18

Consider the following situation

// Global
int x = 0; // not atomic

// Thread 1
x = 1;

// Thread 2
if (false)
    x = 2;

Does this constitute a data race according to the standard? [intro.races] says:

Two expression evaluations conflict if one of them modifies a memory location (4.4) and the other one reads or modifies the same memory location.

The execution of a program contains a data race if it contains two potentially concurrent conflicting actions, at least one of which is not atomic, and neither happens before the other, except for the special case for signal handlers described below. Any such data race results in undefined behavior.

Is it safe from a language-lawyer perspective, because the program can never be allowed to perform the "expression evaluation" x = 2;?

From a technical standpoint, what if some weird, stupid compiler decided to perform a speculative execution of this write, rolling it back after checking the actual condition?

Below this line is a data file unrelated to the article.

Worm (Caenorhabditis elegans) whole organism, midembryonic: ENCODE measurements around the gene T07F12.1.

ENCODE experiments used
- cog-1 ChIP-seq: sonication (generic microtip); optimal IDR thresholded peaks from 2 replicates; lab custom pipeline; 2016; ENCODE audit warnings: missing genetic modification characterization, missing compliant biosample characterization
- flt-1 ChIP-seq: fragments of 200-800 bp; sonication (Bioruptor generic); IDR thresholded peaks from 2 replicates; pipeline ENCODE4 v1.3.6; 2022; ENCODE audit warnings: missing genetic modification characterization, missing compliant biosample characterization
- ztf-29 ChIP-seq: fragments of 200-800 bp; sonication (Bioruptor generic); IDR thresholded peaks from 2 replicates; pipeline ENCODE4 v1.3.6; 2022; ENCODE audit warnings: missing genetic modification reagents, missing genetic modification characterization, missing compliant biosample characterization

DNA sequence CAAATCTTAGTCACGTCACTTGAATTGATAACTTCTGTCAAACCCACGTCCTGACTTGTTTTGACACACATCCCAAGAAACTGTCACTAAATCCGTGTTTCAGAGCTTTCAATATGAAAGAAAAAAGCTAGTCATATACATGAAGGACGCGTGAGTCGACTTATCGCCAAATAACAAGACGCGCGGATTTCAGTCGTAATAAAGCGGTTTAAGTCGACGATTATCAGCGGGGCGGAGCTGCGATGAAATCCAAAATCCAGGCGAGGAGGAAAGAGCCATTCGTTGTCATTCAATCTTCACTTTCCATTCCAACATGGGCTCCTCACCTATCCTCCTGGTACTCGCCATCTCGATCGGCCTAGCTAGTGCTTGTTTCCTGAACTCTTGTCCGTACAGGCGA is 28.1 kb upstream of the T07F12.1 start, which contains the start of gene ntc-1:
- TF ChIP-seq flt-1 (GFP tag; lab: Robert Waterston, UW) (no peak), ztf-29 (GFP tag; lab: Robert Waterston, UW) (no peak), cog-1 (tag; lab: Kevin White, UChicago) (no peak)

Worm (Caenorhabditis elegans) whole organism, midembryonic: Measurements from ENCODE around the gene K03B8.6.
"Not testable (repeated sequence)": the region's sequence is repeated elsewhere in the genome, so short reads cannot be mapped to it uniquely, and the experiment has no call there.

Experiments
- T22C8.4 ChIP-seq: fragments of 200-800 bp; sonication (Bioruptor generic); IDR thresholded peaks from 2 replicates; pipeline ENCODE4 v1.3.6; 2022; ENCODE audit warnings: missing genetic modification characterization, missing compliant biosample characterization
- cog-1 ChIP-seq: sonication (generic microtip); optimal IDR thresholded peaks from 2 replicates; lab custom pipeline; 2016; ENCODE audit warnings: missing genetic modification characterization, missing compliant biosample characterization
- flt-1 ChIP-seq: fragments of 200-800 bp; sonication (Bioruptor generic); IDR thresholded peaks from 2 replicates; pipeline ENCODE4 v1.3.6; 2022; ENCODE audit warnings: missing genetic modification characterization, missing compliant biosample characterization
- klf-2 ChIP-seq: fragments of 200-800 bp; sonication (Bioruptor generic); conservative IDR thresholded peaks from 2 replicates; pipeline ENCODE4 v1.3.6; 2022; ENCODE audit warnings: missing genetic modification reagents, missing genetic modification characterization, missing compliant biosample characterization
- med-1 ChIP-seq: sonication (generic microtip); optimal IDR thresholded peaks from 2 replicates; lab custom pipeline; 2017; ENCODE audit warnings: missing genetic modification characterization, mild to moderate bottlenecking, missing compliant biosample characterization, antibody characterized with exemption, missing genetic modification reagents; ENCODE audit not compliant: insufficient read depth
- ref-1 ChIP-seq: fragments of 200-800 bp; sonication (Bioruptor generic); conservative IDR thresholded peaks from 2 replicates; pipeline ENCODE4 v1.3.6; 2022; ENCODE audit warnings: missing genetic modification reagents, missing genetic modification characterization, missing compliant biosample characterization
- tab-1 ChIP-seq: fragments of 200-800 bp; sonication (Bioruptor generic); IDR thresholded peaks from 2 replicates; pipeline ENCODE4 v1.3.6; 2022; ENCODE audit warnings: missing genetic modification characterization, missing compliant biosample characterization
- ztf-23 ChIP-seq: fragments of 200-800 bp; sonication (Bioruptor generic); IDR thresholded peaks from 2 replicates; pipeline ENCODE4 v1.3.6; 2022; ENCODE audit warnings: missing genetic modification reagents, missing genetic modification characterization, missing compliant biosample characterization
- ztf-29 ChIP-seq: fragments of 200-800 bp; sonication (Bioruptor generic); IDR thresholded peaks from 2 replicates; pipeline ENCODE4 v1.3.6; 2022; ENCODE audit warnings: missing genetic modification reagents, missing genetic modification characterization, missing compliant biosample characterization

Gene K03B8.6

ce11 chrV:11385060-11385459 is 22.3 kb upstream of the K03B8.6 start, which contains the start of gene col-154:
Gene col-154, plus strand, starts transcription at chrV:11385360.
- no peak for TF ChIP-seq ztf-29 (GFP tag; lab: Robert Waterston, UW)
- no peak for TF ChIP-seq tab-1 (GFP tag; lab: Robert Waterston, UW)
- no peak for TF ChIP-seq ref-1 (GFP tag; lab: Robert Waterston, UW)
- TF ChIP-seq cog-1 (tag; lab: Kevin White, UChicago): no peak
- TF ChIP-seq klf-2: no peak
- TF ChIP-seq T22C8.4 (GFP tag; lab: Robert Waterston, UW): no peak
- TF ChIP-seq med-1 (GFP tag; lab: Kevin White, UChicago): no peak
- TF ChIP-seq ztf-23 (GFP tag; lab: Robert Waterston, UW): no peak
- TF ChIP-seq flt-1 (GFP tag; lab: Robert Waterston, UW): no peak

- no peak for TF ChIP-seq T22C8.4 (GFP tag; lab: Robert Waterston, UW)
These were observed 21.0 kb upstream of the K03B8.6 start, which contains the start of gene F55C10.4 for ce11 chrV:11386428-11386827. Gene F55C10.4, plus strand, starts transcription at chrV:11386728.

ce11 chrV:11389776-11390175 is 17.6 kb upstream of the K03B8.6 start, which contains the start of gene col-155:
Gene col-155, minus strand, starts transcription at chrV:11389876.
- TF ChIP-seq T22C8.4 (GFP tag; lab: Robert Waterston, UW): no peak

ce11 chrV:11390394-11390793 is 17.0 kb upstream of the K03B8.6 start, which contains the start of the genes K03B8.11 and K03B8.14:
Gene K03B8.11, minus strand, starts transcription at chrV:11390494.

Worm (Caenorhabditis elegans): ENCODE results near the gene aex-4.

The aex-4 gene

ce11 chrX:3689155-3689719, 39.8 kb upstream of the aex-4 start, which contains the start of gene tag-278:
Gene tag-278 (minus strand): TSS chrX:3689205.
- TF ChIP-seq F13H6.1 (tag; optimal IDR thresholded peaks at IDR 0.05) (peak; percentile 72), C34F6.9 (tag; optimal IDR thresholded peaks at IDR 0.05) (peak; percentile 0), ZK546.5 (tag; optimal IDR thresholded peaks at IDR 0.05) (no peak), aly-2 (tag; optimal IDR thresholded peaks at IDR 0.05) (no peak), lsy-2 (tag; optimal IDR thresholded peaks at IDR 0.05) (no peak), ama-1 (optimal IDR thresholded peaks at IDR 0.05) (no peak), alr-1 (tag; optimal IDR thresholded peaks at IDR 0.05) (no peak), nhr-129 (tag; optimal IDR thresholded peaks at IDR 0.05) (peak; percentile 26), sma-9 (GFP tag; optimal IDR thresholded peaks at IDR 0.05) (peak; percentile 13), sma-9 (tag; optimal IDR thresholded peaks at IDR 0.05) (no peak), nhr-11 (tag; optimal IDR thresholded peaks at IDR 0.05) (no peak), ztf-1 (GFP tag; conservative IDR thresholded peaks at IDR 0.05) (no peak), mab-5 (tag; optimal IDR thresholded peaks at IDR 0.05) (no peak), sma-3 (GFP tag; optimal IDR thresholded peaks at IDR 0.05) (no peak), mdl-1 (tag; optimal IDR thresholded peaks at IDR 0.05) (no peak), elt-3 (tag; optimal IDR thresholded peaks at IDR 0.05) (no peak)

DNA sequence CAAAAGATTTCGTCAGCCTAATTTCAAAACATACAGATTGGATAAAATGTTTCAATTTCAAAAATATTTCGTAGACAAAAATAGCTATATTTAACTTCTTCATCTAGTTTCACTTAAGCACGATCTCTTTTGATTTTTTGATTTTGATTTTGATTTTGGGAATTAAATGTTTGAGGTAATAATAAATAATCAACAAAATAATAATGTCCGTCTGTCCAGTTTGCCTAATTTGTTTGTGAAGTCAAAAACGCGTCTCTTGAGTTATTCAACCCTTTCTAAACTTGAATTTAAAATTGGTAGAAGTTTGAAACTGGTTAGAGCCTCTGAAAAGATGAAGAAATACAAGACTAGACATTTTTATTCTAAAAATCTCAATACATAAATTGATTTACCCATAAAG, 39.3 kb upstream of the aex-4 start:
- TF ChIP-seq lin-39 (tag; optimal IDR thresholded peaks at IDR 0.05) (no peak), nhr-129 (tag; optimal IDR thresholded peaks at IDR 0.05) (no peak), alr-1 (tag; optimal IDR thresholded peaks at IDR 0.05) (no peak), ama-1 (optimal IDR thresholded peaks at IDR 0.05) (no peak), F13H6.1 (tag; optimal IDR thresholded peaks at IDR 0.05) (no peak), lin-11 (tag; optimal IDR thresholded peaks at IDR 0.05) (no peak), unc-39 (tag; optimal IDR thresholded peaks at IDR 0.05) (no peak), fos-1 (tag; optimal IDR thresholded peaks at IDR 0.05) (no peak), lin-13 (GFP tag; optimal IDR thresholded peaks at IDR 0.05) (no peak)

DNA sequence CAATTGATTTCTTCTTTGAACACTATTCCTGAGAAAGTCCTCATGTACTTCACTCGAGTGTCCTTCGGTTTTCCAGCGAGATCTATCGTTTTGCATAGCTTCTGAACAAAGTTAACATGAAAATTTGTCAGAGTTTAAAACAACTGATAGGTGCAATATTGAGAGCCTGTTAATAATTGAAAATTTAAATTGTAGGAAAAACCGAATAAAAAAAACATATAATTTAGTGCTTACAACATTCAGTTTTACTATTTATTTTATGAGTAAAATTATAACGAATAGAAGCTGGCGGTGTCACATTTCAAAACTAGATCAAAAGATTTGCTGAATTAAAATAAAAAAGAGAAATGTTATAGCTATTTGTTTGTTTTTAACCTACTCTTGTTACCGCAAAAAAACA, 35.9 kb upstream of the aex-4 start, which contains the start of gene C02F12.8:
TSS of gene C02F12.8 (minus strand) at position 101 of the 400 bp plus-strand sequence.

What inspired this question is the fact that (at least in Standard 11), the following program was allowed to have its result depend entirely on reordering/speculative execution:

// Thread 1:
r1 = y.load(std::memory_order_relaxed);
if (r1 == 42) x.store(r1, std::memory_order_relaxed);
// Thread 2:
r2 = x.load(std::memory_order_relaxed);
if (r2 == 42) y.store(42, std::memory_order_relaxed);
// This is allowed to result in r1==r2==42 in c++11

(compare https://en.cppreference.com/w/cpp/atomic/memory_order)

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  • 1
    which decent compiler will emit code from if (0) ?
    – OznOg
    Commented Jun 9, 2022 at 14:04
  • 3
    @Fareanor, Re, "the code will never be executed anyway." The question is not about what any sane implementation would do. The question is about what a language-lawyer thinks the standard might allow an implementation to do. OP asked specifically about an implementation that starts to perform the x=2 assignment concurrently with testing the if condition, and which then cancels or "rolls back" the operation upon discovering that the condition is false. Commented Jun 9, 2022 at 14:20